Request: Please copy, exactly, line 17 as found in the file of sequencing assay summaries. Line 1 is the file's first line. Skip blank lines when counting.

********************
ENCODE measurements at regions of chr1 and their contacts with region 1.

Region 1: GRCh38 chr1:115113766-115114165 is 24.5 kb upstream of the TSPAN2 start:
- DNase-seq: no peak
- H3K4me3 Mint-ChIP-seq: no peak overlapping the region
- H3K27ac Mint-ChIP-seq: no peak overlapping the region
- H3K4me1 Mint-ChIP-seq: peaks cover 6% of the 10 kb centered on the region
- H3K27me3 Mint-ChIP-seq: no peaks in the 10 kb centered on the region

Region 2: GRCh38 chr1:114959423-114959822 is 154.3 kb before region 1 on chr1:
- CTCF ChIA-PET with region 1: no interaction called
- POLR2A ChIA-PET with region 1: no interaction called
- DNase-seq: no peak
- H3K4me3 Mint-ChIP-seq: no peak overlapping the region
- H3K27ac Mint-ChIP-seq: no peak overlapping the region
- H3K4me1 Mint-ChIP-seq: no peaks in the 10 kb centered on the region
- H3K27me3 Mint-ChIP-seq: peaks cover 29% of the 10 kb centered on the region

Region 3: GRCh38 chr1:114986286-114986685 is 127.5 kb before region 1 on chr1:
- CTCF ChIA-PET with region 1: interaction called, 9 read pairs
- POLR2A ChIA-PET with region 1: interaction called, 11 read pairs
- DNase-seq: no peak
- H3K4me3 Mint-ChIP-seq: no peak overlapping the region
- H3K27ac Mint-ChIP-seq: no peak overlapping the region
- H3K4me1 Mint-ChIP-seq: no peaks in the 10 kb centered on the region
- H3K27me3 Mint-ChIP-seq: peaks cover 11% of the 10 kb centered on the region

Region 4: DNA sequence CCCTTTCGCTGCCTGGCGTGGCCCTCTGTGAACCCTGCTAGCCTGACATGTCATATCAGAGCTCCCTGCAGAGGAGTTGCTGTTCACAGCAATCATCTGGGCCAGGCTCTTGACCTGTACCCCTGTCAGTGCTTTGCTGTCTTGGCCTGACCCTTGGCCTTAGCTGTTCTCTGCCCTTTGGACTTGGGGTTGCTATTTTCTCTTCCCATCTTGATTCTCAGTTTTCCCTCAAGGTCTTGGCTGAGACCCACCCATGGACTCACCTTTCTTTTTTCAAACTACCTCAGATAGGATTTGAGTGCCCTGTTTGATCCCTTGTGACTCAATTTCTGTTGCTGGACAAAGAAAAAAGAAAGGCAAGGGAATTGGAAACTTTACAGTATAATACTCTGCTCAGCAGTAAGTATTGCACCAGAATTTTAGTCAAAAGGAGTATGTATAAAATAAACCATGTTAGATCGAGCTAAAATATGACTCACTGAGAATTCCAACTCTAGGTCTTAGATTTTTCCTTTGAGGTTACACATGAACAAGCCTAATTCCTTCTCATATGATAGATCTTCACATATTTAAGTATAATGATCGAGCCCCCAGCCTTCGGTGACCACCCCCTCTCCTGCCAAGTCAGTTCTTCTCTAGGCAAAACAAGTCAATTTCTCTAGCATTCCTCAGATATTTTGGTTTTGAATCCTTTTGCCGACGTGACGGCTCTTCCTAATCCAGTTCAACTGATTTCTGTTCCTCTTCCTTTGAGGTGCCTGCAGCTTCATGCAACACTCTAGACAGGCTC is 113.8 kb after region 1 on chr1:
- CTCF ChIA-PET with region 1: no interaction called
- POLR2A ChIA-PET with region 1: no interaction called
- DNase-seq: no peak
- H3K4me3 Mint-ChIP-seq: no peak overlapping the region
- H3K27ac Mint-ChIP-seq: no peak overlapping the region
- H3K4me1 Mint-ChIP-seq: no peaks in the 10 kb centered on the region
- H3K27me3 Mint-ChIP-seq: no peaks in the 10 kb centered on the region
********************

- CTCF ChIA-PET with region 1: interaction called, 9 read pairs